Friday, November 17, 2017
Providing Quality Education a Moral Imperative
By Larry Aubry (Columnist)
Published March 20, 2008

Excellence in education is the real goal even though the “achievement gap” for Black students gets the press. Apparently, neither is a moral nor educational imperative for Black adults or the education establishment. Black students locally and across the nation remain the lowest achievers (even below English learners), with barely a whimper from parents or other Black stakeholders.

In Los Angeles, low achievement is further compounded by major demographic changes, i.e., the huge in-migration of Latino students who within a relatively short time, manage to score above Blacks on most tests. Consequently, the Black child, already on the bottom, tends to receive even less attention and resources in predominantly English-learner classrooms.

There has long been a critical need to provide quality education for Black students. However, judging from the abominably poor participation of Black parents in particular, the uninformed might conclude, erroneously, that Black students are doing well and don’t require special attention. Nothing could be further from the truth!

Ostensibly to close the achievement gap between Whites and “minority” students, the state has adopted new rules and schools are now required to make measurable progress towards closing the achievement gap. Penalties for non-compliance are not crystal clear but under the new, cumbersome regulations (federal No Child Left Behind especially), some lowest achieving schools are actually getting worse.

The new state regulations were adopted at a time when the Bush administration’s “No Child Left Behind” initiative was falling further and further behind its stated goal under increasingly tougher requirements. No Child Left Behind is supposed to have every child academically proficient by 2014; many school districts still don’t seem to have a clue as to how to accomplish this.

The response to the new federal and state educational initiatives by Blacks is barely discernible. The same deafening silence greeted the Los Angeles Unified School District’s adoption of the African American Learner Initiative—the first district-wide program to focus exclusively on Black students. However, the initiative was changed internally by the district, without public notice, “An Action Plan for a Culturally Relevant Education That Benefits African American Students and All Other Students.” Again, there was barely a response from Blacks, within or outside of LAUSD to the watered-down version.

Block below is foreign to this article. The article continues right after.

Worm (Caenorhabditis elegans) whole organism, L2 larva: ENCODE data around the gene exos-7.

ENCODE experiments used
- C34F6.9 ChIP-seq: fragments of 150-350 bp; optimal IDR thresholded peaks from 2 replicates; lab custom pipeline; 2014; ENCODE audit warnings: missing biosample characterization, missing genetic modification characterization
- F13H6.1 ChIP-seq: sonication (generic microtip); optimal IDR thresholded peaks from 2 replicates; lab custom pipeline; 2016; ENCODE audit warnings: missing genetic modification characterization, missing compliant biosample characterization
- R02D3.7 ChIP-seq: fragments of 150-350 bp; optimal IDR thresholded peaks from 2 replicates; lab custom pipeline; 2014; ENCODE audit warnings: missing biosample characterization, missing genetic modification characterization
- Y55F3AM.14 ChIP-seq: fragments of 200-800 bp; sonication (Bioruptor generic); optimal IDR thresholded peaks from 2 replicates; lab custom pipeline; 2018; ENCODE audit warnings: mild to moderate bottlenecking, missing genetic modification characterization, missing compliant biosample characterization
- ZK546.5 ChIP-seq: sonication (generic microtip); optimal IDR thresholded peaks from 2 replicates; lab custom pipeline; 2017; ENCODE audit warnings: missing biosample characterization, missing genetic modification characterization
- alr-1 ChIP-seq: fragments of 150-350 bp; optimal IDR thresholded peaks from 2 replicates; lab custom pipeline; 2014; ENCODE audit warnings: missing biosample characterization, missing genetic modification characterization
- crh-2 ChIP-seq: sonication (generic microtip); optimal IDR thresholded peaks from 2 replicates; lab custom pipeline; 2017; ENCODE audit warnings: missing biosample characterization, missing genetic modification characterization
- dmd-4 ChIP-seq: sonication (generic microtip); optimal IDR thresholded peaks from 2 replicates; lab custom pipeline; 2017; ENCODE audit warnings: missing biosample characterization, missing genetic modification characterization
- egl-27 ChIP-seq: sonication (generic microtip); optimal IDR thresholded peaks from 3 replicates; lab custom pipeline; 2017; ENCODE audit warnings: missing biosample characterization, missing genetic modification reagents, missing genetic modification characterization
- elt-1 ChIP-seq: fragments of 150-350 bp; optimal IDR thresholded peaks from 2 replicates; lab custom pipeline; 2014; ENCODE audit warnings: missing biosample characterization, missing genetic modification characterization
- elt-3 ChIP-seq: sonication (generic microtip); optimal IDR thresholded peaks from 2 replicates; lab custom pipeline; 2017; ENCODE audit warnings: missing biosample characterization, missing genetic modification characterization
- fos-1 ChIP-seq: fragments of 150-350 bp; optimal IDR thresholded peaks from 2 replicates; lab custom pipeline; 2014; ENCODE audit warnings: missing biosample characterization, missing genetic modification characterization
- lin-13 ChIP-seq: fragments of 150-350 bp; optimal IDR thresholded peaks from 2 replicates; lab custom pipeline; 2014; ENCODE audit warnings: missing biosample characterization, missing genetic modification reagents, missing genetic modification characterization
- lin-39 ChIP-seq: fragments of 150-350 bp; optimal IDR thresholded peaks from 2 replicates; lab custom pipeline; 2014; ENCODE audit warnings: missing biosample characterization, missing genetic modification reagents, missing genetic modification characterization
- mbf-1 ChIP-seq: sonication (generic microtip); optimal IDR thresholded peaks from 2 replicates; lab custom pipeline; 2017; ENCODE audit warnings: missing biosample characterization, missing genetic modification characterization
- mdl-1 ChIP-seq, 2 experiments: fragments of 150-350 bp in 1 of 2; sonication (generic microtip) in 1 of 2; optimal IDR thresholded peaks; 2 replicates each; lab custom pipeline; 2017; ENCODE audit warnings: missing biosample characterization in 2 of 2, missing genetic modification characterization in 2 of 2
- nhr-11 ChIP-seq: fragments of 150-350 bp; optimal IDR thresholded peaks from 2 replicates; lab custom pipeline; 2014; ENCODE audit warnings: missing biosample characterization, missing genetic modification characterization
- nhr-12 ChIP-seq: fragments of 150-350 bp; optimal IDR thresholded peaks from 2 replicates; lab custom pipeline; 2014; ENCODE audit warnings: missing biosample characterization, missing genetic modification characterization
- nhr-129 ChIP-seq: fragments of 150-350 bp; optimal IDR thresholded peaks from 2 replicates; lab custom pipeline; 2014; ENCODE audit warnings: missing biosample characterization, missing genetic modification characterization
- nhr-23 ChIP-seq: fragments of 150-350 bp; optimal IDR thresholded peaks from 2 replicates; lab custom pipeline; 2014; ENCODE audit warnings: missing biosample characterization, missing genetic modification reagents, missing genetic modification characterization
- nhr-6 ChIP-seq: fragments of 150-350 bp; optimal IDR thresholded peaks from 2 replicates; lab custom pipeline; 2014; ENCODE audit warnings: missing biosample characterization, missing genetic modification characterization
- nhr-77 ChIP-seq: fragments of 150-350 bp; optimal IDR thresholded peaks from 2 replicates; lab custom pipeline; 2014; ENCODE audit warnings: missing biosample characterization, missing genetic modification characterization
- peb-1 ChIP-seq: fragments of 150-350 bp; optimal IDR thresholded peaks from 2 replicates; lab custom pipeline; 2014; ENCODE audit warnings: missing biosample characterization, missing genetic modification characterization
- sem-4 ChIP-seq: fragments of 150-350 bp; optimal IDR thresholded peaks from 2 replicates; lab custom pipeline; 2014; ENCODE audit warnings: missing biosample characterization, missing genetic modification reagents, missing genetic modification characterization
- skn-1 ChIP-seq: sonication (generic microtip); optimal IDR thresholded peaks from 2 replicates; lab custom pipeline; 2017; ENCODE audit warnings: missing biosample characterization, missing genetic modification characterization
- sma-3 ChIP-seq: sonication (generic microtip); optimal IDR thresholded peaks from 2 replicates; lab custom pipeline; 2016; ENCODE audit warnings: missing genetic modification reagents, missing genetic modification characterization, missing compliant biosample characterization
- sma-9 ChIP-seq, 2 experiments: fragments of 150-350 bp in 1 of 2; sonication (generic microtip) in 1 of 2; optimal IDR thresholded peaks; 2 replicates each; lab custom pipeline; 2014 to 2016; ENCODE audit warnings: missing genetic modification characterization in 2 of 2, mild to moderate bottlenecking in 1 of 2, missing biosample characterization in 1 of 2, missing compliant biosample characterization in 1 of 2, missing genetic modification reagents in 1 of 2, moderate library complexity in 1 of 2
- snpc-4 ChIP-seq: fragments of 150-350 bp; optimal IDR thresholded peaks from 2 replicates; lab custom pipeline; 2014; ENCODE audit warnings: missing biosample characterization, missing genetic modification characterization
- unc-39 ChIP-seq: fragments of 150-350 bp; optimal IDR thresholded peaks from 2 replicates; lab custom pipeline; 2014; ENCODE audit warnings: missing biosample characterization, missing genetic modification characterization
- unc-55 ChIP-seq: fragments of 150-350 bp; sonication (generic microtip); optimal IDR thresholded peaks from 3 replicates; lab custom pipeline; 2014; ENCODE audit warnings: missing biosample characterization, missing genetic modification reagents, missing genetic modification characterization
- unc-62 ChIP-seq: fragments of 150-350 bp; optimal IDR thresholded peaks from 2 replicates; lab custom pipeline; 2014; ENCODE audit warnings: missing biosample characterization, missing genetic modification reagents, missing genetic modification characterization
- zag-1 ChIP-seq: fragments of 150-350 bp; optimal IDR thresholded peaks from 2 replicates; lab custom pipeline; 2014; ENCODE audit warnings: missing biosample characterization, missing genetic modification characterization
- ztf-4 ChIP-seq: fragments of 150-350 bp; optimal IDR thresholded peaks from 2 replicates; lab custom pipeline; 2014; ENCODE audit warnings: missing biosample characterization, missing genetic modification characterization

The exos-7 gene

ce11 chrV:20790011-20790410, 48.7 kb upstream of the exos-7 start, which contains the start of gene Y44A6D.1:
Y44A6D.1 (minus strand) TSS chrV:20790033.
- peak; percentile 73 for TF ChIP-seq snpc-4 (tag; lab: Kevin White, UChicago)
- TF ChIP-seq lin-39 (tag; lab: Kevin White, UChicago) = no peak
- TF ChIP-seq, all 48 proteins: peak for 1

Unfortunately, poor adult/community participation in the struggle to provide quality education for Black children is evidenced in their failure to participate in other key areas that affect their lives as well as their own. The price for failing to also challenge negative conditions in social, political and economic arenas is steep, and in too many cases, failure to do so, reprehensible. Yet, pervasive Black inaction persists and is most often the norm.

Given that educating Black children has never been a top priority, can anything be done about it? Yes, but sustainable solutions mean changes in values, priorities and strategies. In addition, a substantive shift from prevailing, individual/materialistic mind-sets to a broader, group focus is crucial.

Needed change also means reassessing the roles of key players in the education process i. e., students, parents, teachers, administration and local communities. Many school staff still consider Black students inherently inferior, virtually guaranteeing many will receive inadequate treatment in the classroom. Most teacher training and recruitment programs deal only superficially, if at all, with whether prospective teachers can relate to poor Black children, in particular.

Helping students to achieve excellence means teachers themselves must feel and behave differently, caring is not enough. New behavior must be based on clear criteria and explicit ‘buy in” (consensus) regarding the purpose of the particular endeavor. Commitment and effectiveness are assessed through actions not proclamations.


Challenging the educational system is a daunting task made even tougher because Blacks inside the system generally fail to speak out or take risks necessary to deal with issues affecting Black students. Skirting problems characterizes both the public and private sector. Black educators behavior tends to perpetuate conditions inimitable not only to Black students’, but their own interests as well.

Assisting Black students achieve educational excellence (including closing the achievement gap) is a moral imperative. The question is not whether, but how to help these students; the moral imperative requires new levels of Black commitment and collaboration across class lines- an increasingly difficult challenge. Greater participation by a reticent Black middle-class, for instance, would assist immeasurably in providing a quality education for Black children.

Unity is the key. School boards, administrators and teachers can no longer be permitted to shirk responsibility to provide a quality education for Black students. A continuation of the educational status quo will further cripple our youth and per force, our future.

Larry Aubry n can be contacted at e-mail

Categories: Larry Aubry

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